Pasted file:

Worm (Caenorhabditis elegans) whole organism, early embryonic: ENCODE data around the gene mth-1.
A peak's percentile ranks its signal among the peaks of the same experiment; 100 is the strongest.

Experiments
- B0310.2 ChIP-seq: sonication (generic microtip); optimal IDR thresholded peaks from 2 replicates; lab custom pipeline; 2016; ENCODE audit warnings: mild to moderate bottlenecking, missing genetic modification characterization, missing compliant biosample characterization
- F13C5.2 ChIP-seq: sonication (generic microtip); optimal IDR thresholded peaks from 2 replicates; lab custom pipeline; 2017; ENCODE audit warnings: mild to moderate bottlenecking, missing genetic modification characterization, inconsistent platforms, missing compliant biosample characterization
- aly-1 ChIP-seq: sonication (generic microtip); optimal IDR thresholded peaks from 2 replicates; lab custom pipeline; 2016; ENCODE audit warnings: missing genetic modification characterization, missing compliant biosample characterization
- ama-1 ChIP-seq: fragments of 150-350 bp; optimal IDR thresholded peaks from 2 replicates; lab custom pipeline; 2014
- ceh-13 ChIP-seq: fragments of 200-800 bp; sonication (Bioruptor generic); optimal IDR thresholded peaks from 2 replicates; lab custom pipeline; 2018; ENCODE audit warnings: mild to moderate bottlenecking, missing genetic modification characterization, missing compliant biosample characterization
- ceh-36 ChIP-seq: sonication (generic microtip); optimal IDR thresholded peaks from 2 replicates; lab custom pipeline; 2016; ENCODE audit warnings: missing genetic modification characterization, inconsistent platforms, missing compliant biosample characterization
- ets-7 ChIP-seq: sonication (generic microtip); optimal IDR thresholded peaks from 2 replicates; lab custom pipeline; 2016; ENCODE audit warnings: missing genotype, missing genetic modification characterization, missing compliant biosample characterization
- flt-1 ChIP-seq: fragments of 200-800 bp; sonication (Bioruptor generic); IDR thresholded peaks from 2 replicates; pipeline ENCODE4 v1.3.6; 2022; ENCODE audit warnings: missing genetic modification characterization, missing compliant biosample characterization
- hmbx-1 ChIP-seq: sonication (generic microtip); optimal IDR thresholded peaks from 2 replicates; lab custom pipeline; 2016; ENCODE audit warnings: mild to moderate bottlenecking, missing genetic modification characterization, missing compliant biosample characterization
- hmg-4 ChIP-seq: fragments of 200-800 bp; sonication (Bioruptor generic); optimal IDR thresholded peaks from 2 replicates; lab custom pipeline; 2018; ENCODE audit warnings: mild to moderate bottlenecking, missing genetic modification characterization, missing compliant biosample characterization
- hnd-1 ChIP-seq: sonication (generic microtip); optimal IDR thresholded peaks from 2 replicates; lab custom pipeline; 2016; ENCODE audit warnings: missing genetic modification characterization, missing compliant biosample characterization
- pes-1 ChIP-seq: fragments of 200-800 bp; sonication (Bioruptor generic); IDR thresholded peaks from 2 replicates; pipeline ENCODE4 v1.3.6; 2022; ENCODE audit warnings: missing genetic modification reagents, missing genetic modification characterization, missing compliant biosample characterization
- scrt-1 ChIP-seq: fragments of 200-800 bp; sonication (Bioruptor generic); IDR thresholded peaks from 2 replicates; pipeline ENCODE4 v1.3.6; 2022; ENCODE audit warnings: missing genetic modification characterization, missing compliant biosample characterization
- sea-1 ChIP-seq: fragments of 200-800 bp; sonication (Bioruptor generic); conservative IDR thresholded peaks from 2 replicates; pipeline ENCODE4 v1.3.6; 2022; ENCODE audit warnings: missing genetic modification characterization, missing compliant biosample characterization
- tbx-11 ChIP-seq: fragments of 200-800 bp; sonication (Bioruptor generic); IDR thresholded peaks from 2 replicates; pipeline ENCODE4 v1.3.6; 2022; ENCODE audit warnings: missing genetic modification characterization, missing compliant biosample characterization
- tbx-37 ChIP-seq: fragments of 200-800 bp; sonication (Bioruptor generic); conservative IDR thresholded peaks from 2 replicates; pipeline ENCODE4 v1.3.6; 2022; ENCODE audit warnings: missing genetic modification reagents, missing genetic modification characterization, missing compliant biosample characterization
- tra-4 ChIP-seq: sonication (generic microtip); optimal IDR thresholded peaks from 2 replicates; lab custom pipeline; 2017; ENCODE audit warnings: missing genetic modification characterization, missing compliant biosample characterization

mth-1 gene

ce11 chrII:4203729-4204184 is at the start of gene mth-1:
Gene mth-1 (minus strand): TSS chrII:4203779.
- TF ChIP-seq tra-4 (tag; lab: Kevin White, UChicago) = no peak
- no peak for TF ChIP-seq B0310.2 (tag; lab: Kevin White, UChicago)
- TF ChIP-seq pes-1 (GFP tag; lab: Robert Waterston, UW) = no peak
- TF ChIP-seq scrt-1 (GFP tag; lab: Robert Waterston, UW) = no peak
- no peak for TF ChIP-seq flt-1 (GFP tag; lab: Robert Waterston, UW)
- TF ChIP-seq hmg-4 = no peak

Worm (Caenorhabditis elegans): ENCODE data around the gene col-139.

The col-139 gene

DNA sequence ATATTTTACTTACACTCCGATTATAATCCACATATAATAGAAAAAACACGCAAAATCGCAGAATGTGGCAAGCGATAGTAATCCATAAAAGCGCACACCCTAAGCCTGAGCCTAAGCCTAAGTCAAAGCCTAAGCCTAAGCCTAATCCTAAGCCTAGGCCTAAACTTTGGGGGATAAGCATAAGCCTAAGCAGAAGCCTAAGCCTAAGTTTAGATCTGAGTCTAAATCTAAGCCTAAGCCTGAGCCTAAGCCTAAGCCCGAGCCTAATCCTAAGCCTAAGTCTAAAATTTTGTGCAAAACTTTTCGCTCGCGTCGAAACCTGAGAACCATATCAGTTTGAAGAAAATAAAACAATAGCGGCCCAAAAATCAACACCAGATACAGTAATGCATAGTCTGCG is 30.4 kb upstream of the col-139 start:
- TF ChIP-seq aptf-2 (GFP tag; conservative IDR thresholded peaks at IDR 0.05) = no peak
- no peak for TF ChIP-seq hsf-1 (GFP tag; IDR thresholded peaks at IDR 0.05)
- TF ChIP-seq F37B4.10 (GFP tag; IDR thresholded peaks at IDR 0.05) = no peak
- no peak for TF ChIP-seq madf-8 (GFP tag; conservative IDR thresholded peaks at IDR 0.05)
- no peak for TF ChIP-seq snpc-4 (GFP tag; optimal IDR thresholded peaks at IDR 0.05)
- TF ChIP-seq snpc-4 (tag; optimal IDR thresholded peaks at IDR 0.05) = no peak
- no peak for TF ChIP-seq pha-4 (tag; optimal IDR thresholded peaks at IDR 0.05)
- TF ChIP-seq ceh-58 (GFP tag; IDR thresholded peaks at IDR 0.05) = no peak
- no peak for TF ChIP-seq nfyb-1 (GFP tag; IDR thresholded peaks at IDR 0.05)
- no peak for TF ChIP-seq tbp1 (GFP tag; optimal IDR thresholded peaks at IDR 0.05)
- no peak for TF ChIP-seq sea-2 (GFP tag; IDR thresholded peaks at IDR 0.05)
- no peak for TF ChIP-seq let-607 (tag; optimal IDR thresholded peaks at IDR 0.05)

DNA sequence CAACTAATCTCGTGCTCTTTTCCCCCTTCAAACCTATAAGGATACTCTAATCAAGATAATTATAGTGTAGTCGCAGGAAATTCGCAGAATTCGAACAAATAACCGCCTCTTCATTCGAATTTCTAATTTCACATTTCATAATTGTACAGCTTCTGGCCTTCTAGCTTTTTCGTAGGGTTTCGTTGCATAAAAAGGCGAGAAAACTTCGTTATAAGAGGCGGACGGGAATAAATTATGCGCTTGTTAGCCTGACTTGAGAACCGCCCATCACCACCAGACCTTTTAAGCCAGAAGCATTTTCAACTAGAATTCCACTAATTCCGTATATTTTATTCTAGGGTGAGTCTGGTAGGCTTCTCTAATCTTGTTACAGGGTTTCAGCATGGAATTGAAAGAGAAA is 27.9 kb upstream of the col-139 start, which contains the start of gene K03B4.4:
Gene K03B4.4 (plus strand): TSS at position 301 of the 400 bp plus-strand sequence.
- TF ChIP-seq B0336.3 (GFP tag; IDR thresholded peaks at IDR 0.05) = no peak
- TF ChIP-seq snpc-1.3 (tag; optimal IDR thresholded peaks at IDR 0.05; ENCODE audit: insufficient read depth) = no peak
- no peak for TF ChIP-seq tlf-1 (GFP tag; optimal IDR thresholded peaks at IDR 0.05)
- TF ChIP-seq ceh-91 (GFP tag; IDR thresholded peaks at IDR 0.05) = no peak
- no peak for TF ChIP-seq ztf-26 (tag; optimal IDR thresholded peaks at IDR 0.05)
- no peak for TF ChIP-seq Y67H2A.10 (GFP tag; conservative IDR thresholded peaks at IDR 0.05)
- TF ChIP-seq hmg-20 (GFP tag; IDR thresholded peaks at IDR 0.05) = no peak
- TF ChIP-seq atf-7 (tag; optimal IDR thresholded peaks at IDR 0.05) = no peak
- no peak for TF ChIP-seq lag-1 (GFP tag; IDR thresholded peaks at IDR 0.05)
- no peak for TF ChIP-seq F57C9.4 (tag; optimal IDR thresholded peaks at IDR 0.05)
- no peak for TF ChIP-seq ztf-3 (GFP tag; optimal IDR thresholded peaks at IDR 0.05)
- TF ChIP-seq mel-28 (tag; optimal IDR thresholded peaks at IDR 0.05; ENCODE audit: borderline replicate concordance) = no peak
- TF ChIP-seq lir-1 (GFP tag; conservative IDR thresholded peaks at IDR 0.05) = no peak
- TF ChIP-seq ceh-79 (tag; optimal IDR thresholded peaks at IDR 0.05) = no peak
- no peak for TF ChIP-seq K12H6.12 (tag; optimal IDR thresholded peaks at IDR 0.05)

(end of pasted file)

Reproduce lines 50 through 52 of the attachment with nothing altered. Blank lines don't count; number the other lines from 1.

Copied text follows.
- TF ChIP-seq ceh-91 (GFP tag; IDR thresholded peaks at IDR 0.05) = no peak
- no peak for TF ChIP-seq ztf-26 (tag; optimal IDR thresholded peaks at IDR 0.05)
- no peak for TF ChIP-seq Y67H2A.10 (GFP tag; conservative IDR thresholded peaks at IDR 0.05)